Don't these just make ya wanna do those ape sounds like Tim Taylor? Anyway this is my 24" Frantom rock saw. All my big saws have been restored, leakproofed, and in some cases heavily modified from the original configuration (typically I added at least a cutoff switch, I can't believe that any saws were made without one!). I converted the big saws to 220VAC, it is much more efficient than 110VAC, and is easier on the motor to boot. I also remove at the bolts that go through the lid & body and add neoprene washers inside & out. The guy that I bought this one from had whacked the lid with his tractor's bucket so I got it for a killer price. It got a new cutoff switch after the pic was taken. All my cutoff switches are either Cutler-Hammer or Allen-Bradley industrial duty heating/cooling switches, like toe switches the old-time saws had. They are rugged and overkill in the extreme, but one thing makes it worth the expense and effort: if you burn one out then you burned out your panel and all your breakers. I think they can take 3 phase power (340V). Note the drain plumbing which was added by someone else. It was a hack job but it did move the drain to where you could put a bucket underneath it.
This is my newest baby, a Highland Park 18" slab saw. It was a "project" when I bought it for a reasonable price. Everything was there but it was pretty roached. In other words rode hard and put away wet :( That's a new 220V motor, but the original pulleys. I changed the cutoff switch to a heavier duty model, sanded, primed and painted every piece, replaced the wiring, and of course an MK blade. New vise jaw inserts (oak is good, and I've heard that Hickory is even better). I tweaked the blade splash guard, most come with the guard positioned way too far forward, which will jam the rock if it's close to the biggest diameter that the saw will cut. The cover over the motor pulleys had been cut off by someone to make room for bigger pulleys. That's just fine with me, I would have done it anyway because every saw came with cheap die-cast pot metal undersized pulleys that put unnecessary strain on the motor, feed, and belts. IMO they all come with underpowered motors suitable for use by grade schoolers. I up mine at least one size, i.e. 1/4 horsepower to 1/3, 1/2 to 3/4, 3/4 to 1, etc. No burnouts and no surprises (yet).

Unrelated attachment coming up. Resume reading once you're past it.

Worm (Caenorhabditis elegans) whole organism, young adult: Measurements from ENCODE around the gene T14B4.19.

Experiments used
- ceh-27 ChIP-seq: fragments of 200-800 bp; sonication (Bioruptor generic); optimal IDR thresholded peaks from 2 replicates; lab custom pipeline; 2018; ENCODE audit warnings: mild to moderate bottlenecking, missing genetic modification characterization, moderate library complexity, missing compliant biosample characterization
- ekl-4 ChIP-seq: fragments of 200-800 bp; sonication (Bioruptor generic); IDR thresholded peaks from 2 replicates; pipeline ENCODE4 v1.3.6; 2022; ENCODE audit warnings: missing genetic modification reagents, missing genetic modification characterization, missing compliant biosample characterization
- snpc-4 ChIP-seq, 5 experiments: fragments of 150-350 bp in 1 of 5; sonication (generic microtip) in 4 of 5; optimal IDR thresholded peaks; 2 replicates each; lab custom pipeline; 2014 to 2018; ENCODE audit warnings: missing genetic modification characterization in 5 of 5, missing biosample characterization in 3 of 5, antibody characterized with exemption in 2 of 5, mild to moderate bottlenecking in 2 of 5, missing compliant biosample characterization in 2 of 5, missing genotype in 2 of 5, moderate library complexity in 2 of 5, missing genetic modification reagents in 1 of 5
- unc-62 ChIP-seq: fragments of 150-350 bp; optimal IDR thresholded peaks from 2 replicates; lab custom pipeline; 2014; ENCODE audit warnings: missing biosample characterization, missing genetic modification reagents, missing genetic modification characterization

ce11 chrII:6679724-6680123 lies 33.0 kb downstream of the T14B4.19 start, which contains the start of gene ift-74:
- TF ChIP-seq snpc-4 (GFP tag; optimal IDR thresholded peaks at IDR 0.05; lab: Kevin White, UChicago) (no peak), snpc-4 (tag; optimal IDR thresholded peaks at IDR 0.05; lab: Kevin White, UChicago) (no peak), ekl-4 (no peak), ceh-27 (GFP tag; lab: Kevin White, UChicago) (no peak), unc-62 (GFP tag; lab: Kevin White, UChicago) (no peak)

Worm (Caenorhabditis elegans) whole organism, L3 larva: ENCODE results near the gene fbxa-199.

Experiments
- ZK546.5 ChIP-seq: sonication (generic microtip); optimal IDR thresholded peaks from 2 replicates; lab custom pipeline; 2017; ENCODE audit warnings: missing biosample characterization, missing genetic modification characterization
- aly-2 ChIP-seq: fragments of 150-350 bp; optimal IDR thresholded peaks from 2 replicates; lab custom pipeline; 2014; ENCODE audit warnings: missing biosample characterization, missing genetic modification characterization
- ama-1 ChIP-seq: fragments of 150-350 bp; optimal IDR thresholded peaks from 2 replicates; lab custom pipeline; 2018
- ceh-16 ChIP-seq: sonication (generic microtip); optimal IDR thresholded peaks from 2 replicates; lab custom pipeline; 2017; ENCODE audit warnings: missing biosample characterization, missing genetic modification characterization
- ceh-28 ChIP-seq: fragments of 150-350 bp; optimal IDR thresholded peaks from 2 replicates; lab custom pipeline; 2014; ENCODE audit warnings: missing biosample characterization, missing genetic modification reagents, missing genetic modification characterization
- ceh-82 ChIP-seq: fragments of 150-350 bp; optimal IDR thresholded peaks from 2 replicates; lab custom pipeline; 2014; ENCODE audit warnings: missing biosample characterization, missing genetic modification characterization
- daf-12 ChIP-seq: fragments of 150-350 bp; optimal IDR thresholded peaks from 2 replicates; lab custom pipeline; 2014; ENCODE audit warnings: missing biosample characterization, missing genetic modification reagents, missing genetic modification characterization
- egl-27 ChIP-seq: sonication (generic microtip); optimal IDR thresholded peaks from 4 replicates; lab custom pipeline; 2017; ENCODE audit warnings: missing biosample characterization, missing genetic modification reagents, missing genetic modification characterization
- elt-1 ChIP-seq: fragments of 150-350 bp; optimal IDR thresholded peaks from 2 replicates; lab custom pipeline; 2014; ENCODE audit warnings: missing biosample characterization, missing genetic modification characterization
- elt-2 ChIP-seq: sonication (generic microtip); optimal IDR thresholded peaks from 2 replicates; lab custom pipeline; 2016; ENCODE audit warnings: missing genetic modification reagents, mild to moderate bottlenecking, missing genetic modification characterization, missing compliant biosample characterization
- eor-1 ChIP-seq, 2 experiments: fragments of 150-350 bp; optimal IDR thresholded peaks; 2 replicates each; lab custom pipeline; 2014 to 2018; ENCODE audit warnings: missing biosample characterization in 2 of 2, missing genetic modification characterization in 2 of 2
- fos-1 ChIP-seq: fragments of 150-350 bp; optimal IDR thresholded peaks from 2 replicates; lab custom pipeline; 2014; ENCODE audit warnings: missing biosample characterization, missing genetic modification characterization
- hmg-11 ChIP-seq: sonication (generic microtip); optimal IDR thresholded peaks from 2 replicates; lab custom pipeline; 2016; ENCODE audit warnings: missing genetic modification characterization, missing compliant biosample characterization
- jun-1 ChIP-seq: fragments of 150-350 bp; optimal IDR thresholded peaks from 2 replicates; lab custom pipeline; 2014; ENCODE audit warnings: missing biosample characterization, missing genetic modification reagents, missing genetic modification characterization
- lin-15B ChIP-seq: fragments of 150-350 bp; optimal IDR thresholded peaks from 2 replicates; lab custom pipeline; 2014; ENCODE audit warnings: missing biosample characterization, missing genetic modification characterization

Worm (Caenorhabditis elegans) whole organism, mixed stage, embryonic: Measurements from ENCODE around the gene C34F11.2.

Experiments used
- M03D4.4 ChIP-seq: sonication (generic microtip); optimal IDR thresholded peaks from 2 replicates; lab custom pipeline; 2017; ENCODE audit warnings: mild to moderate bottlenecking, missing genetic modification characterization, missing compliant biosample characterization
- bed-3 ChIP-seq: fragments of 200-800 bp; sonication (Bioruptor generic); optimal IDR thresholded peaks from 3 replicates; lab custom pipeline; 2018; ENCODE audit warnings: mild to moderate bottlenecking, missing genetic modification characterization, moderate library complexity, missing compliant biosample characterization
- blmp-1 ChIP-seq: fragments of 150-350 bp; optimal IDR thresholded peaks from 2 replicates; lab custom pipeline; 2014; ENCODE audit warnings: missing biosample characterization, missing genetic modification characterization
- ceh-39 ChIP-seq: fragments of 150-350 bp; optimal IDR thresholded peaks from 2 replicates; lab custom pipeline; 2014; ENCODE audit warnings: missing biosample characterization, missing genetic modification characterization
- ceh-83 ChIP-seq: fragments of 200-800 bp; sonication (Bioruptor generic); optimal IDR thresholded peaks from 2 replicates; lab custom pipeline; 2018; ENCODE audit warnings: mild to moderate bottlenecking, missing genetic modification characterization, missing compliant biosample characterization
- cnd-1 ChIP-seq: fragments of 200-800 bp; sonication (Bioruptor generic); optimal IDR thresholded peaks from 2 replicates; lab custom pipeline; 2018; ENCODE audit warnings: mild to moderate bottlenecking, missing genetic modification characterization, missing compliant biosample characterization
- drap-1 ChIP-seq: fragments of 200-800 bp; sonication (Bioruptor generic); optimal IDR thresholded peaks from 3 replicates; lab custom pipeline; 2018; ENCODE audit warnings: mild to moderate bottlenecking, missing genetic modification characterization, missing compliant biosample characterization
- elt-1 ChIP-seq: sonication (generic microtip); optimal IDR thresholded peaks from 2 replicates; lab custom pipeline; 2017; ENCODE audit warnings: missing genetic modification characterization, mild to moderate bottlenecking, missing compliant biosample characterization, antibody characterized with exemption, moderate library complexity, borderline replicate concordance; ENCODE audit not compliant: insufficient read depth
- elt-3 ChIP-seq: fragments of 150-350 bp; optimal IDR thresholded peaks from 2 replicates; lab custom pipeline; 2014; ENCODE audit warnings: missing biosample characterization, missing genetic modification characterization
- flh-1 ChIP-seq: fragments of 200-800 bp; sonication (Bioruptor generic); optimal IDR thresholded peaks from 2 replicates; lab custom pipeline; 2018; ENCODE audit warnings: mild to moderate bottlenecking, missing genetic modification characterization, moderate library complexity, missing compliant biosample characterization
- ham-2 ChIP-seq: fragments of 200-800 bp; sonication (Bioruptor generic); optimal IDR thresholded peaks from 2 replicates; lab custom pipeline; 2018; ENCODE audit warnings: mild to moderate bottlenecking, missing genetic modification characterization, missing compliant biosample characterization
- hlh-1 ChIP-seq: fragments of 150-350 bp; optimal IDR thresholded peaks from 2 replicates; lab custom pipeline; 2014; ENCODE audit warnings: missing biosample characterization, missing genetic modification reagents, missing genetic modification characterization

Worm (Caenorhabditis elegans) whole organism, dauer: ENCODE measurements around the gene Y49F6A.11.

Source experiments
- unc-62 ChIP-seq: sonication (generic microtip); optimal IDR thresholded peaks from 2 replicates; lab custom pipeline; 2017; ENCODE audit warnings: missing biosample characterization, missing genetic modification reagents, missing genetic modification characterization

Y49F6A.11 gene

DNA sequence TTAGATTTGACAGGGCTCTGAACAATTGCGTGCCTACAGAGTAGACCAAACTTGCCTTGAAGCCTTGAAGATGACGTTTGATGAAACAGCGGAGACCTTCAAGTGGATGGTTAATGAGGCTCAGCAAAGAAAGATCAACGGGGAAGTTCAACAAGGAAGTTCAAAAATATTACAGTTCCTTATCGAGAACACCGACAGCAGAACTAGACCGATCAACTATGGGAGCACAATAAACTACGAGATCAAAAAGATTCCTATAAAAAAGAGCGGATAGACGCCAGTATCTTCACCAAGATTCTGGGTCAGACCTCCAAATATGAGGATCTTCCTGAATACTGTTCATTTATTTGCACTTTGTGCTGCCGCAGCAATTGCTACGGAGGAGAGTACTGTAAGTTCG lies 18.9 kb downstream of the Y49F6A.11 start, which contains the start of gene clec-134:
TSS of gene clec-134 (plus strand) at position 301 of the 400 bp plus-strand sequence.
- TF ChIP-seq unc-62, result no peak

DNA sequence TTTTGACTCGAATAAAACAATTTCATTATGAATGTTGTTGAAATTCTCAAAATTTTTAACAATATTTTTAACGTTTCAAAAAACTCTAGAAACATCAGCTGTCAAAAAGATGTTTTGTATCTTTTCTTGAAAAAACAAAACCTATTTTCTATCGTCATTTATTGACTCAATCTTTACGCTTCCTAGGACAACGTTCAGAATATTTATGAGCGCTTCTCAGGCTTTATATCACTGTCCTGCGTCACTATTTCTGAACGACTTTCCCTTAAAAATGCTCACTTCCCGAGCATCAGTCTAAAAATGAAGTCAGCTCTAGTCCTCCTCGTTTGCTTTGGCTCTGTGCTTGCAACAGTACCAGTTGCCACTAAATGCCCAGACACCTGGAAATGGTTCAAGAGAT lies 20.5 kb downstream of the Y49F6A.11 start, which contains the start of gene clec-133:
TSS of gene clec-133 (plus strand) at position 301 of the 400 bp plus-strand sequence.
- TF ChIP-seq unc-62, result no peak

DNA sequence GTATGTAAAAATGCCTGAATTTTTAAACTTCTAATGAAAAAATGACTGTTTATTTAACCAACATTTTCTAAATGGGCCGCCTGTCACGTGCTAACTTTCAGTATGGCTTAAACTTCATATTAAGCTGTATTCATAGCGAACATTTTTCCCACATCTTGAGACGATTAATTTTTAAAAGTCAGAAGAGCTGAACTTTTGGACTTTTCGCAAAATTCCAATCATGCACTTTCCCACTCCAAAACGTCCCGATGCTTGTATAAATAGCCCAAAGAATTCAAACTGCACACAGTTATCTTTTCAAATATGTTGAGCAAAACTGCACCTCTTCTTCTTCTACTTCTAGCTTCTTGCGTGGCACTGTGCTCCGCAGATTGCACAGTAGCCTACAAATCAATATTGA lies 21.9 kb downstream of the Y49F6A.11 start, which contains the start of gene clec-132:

P.S. Every blade you see in these pics is an MK-303 Professional. You can visit their website here. There is NO OTHER LAPIDARY BLADE as rugged as these. After using them HEAVILY for over 5 years now I have worn out exactly one, after thousands of cuts. They are expensive but will pay for themselves the moment your cheap blade needs to be replaced.
An Ideal 24" saw that I restored. This is an Ideal from Kingman, Arizona. They went out of business many years ago and this one was a little primitive but the vise and the original feed motor system were pure genius. This feed motor was on its last legs so I replaced it with a DC gearmotor (and of course an MK blade). It had a HUGE cabinet and I could get 75 lb. rocks in there no problem. Sadly I sold it to make room for a 36" saw that I wasn't able to buy (don't you hate people who say call me when you have room and then change their minds?). After this I added a nice electric feed motor and of course an MK blade.